In The Riddles of the Fourth Gospel, Paul N. Anderson says there were three periods during which the Gospel of John developed within a specific community:
The Palestinian Period-30 to 70 CE
The First Asia Minor Period–The Johannine Community-70-85 CE
The Second Asia Minor Period–Johannine (and other) Communities-85-100 CE
What was happening with the community that eventually produced the Gospel of John in each of these periods?
During the Palestinian period there was a dialogue with Jerusalem Jewish authorities (who in the Gospel are called “the Jews” or “the Judeans”). These persecuted and killed Jesus. But for many years after that they opposed the followers of Jesus who were mostly from north Israel and demeaned them as “Galileans” (John 7:52) and Samaritans (John 8:48). One of the reasons the Judeans claimed Jesus could not be the Messiah was that he was from Nazareth and not Bethlehem (John 7:41-42).
Also during this period there was a dialogue with the followers of John the Baptist as the community drew in more of John’s followers by emphasizing the signs of Jesus (John 10:42). After the Jewish War, the community moved to Asia Minor.
During the first Asia Minor period there developed a dialogue with Hellenistic synagogues. Against the theory of J. Louis Martyn, Anderson does not think that the synagogues usually excluded Christians. However, Martyn had a point in that as John’s community tended toward the worship of Jesus as the divine Word, tensions between the synagogues and the Christians in them would have increased. Passages in John about Christ-followers being “put out of the synagogue” may project this tension back into the ministry of Jesus. Some Christians withdrew from the synagogues. At some point a group of these decided to reaffirm Judaism and rejoin the synagogue. This is what 1 John 2:18-23 is about.
Also during this period the Roman state began to seriously promote emperor worship. This put pressure on the church
By the second Asia Minor period the Johannine community has developed worshiping communities separate from or parallel to the synagogue.
There arose a conflict between church leaders who wanted no compromise with the cult of Caesar and those who wanted to avoid being persecuted for not making sacrifices to the emperor. The compromisers took advantage of the high christology developing in the John community to downplay the humanity of Jesus. On the cross he, being divinely above it all, had not really suffered. So Christians were not obliged to suffer either. These were the people condemned in the letters of John for believing that Christ had not “come in the flesh”.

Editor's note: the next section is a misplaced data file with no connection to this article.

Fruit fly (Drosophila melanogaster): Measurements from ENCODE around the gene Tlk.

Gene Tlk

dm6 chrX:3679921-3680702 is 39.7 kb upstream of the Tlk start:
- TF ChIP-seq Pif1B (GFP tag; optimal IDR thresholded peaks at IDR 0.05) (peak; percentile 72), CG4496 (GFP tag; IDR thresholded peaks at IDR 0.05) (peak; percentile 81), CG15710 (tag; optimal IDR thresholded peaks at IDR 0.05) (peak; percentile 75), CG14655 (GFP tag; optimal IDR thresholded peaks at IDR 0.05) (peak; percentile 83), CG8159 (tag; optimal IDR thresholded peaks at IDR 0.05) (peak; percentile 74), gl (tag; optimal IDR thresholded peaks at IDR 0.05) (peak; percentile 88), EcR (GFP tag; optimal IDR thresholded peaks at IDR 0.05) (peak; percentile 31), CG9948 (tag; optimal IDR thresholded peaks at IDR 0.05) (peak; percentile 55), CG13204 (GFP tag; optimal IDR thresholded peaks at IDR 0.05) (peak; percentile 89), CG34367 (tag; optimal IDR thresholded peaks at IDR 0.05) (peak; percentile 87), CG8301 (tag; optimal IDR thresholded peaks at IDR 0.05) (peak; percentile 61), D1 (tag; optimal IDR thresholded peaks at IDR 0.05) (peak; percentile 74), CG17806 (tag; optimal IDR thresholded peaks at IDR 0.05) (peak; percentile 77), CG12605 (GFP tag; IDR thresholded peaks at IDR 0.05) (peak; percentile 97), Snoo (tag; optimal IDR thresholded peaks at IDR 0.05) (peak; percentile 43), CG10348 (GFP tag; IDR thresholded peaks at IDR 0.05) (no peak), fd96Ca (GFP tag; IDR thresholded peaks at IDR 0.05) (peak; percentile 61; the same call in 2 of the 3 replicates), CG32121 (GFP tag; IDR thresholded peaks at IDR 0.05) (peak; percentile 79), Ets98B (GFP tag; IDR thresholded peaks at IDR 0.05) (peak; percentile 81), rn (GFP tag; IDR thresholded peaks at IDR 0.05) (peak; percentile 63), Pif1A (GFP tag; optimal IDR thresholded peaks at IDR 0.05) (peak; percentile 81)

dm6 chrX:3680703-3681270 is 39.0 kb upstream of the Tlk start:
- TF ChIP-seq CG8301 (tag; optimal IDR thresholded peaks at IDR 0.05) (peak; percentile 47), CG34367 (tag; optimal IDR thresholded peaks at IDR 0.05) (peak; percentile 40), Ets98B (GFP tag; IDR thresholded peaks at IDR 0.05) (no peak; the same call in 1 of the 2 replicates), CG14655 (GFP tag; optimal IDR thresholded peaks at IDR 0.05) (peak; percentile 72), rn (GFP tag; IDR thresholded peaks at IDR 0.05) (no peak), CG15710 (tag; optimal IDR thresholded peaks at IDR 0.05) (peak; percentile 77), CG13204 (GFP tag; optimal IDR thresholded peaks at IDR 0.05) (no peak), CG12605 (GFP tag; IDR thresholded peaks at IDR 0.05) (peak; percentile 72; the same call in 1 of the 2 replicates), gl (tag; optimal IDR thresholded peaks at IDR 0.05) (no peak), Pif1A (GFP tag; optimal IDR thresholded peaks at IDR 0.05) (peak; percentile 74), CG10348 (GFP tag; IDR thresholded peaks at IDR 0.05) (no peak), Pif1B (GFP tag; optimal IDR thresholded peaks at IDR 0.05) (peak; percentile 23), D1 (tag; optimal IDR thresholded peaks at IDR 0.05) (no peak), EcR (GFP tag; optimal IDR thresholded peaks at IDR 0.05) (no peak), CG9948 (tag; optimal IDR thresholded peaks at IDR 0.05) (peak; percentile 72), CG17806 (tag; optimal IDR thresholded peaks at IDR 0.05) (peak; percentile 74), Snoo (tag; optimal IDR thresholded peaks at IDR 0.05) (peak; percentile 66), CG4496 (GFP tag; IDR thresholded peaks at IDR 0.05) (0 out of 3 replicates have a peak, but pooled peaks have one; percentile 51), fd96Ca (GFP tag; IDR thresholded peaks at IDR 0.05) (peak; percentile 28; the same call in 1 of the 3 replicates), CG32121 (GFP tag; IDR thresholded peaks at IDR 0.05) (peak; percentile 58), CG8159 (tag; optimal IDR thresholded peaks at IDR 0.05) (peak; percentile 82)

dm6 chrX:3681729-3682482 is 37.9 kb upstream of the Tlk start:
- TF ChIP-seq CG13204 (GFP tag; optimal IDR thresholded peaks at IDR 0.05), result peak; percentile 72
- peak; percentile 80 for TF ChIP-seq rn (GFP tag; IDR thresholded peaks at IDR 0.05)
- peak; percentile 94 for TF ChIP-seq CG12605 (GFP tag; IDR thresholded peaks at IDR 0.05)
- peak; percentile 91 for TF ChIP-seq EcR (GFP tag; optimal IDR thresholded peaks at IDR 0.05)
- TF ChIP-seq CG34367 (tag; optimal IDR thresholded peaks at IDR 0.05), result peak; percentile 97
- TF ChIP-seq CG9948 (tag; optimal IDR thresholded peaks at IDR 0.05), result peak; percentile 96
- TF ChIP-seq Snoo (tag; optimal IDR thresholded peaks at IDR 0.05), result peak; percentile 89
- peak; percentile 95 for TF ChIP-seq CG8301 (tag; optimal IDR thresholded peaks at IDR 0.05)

The new material of this period included the Logos hymn of John 1 that began to be recited or sung in the worshiping communities and the confession of Thomas that Jesus was “Lord and God”, a direct rebuke of the cult that claimed these titles for Caesar.
The letter of 3 John belongs to this period. It attacks the bishop, Diotrephes, as part of an encounter between the community and the institutionalizing tendency of the larger church.
In this period there culminated something that spanned all three periods. That was the development of the Johannine tradition as a counterpoint to the Synoptic traditions. Anderson considers that John knew the other gospels and felt a need to correct the record on some points and to lift up another way of conceiving of Jesus.
He actually speaks more of a Bioptic tradition than a Synoptic tradition, because Matthew and Luke follow Mark in chronology. Many of the historical difference are not really 3 against 1, but 1 against 1. In other words, Anderson does not think that a threefold witness overwhelms John’s witness. There is really only a twofold witness.
To critique this in a small way, what Anderson says is true of chronology but not the sayings material. Thus we should not discount the witness of John that Jesus went to Jerusalem for several festivals over a few years on the grounds that there are three witnesses against it. There is really only one. On the other hand, there are several sources for the sayings of Jesus. The vast difference between the parables and saying in the Synoptics and the discourses in John really is a situation of three or more against one.
The exception to that is one saying from the so-called Q material. Matthew 11:25-27 and Luke 10:21-22 give us language from Jesus that matches the discourse sayings in John.
I do not know what the relation of John’s discourse material is to the historical Jesus. A lot of people would say that it is all from John who expands on simple sayings of Jesus or just puts these words in Jesus’ mouth.
There is a fascinating speculation by Stevan L. Davies in Jesus the Healer that the historical Jesus sometimes spoke ecstatically in an altered state of consciousness as the Son of Man and that, when speaking in this state, he used the style of the Johannine discourses.